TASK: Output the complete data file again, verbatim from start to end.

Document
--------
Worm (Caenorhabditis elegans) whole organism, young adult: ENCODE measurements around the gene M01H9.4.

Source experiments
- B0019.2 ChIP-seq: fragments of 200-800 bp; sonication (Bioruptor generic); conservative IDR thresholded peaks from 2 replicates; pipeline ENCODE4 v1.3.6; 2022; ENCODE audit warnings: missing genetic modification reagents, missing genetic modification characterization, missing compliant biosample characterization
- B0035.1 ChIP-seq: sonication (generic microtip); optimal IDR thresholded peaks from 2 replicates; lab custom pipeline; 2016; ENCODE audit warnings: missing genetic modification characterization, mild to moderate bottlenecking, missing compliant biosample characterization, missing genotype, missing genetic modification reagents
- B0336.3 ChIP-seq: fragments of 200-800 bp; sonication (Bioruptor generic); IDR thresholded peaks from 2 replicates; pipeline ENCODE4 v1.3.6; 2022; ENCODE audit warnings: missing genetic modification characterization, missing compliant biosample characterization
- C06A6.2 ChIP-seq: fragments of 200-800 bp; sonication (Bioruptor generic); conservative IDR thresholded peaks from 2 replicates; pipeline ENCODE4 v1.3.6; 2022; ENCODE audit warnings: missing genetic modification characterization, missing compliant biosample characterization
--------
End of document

Worm (Caenorhabditis elegans) whole organism, young adult: ENCODE measurements around the gene M01H9.4.

Source experiments
- B0019.2 ChIP-seq: fragments of 200-800 bp; sonication (Bioruptor generic); conservative IDR thresholded peaks from 2 replicates; pipeline ENCODE4 v1.3.6; 2022; ENCODE audit warnings: missing genetic modification reagents, missing genetic modification characterization, missing compliant biosample characterization
- B0035.1 ChIP-seq: sonication (generic microtip); optimal IDR thresholded peaks from 2 replicates; lab custom pipeline; 2016; ENCODE audit warnings: missing genetic modification characterization, mild to moderate bottlenecking, missing compliant biosample characterization, missing genotype, missing genetic modification reagents
- B0336.3 ChIP-seq: fragments of 200-800 bp; sonication (Bioruptor generic); IDR thresholded peaks from 2 replicates; pipeline ENCODE4 v1.3.6; 2022; ENCODE audit warnings: missing genetic modification characterization, missing compliant biosample characterization
- C06A6.2 ChIP-seq: fragments of 200-800 bp; sonication (Bioruptor generic); conservative IDR thresholded peaks from 2 replicates; pipeline ENCODE4 v1.3.6; 2022; ENCODE audit warnings: missing genetic modification characterization, missing compliant biosample characterization